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LI school administrators remain among state's top earners

Administrators at Long Island school districts continue to

Administrators at Long Island school districts continue to rank among the top earners in the state, occupying nine of the top 10 slots, according to figures compiled by an Albany-based think tank. Photo Credit: iStock

Administrators at Long Island school districts continue to rank among the top earners in the state, occupying nine of the top 10 slots, according to figures compiled by an Albany-based think tank.

Former Riverhead Central School District Assistant Superintendent Joseph Ogeka Jr., who retired earlier this year, drew the highest overall compensation, with $376,340 during the 2013-14 academic year, according to figures released Thursday by the Empire Center for Public Policy.

The figure includes some benefits on top of base salary.

The tally of earnings lists compensation reported to the state teachers' retirement system and was posted online at SeeThroughNY.net, the organization said. The Empire Center is independent and nonpartisan.

The listing does not include employees of New York City schools.

"Outside New York City, the number of public school employees paid more than $100,000 has jumped from 32,914 in 2008-09 to 48,703 in 2013-14 -- a 48 percent increase over the last five years," the Empire Center's release said.

The organization, on its pay list, divided the state into nine regions: Long Island, the Albany area, Central New York, the Finger Lakes, Mid-Hudson, Mohawk Valley, North Country, Southern Tier and Western New York.

Tim Hoeffer, the center's executive director, said Long Island as a region pays considerably better than others.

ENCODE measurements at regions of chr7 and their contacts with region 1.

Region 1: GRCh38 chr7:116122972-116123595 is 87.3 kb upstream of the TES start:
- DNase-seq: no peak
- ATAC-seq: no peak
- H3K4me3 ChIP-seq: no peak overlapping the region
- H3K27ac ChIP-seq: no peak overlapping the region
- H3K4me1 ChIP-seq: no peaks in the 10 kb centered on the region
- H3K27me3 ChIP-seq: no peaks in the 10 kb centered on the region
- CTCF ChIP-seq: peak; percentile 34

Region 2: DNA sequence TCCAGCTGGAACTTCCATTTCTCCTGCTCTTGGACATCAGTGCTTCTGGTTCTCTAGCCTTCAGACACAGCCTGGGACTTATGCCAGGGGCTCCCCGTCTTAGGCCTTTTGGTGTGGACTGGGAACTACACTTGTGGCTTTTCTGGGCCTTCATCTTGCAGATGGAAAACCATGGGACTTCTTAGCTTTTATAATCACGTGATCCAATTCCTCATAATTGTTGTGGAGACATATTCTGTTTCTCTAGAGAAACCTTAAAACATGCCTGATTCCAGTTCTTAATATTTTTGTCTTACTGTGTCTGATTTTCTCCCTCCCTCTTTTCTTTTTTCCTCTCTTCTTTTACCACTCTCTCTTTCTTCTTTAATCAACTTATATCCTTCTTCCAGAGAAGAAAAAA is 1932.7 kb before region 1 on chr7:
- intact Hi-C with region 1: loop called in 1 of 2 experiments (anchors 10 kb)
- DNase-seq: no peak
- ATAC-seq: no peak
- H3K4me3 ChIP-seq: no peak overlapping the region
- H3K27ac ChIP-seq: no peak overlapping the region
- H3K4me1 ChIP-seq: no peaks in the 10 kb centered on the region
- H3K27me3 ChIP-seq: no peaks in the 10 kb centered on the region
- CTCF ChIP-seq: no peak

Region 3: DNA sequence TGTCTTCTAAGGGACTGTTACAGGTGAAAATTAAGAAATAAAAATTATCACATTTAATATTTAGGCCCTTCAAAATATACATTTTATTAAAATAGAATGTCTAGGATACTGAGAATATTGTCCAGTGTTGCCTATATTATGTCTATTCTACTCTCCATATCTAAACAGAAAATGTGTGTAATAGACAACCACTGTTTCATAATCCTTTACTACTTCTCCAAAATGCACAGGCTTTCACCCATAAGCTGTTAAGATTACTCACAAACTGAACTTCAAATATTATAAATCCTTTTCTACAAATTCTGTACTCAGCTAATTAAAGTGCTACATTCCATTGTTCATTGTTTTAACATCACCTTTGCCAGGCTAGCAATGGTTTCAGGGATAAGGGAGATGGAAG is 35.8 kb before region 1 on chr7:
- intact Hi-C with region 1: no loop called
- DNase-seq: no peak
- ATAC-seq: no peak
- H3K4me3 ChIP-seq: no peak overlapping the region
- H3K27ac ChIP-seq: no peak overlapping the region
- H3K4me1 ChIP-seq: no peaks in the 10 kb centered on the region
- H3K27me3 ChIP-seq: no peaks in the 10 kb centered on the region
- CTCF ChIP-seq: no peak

"I don't know that the headline is that one guy made $376,000, but there are 12 on Long Island that make over $300,000," Hoeffer said. "Maybe you can make the argument that all of these people should make over $300,000, but we see year after year that pay continues to go up."

But Robert Lowry, deputy director of the New York State Council of School Superintendents, said administrators' salaries have not been skyrocketing. The statewide average superintendent's salary -- now at $167,787 -- reflects an average annual increase of 0.4 percent since the 2010-11 school year, he said.

"Statewide, over the last four years, the average superintendent's salary has been largely flat," he said. "What we see happening is two things: We see people agreeing to smaller raises, and districts paying less when they hire a new superintendent than they used to."

Nancy Carney, who now is Riverhead's superintendent, said Ogeka's compensation as listed is inflated because it includes accumulated sick and vacation pay distributed once, when Ogeka retired.

She added that Ogeka's base salary was $183,632.64 for the 2013-14 school year.

The nine other top earners and their compensation were: Jeffrey Streitman, a deputy superintendent of Syosset schools, $374,150; Jericho superintendent Henry Grishman, $372,362; Joyce Bisso, superintendent of Hewlett-Woodmere, $335,607; Elwood superintendent Peter Scordo, $328,916; and Louis Wool, superintendent of Harrison schools in Westchester County, $323,604.

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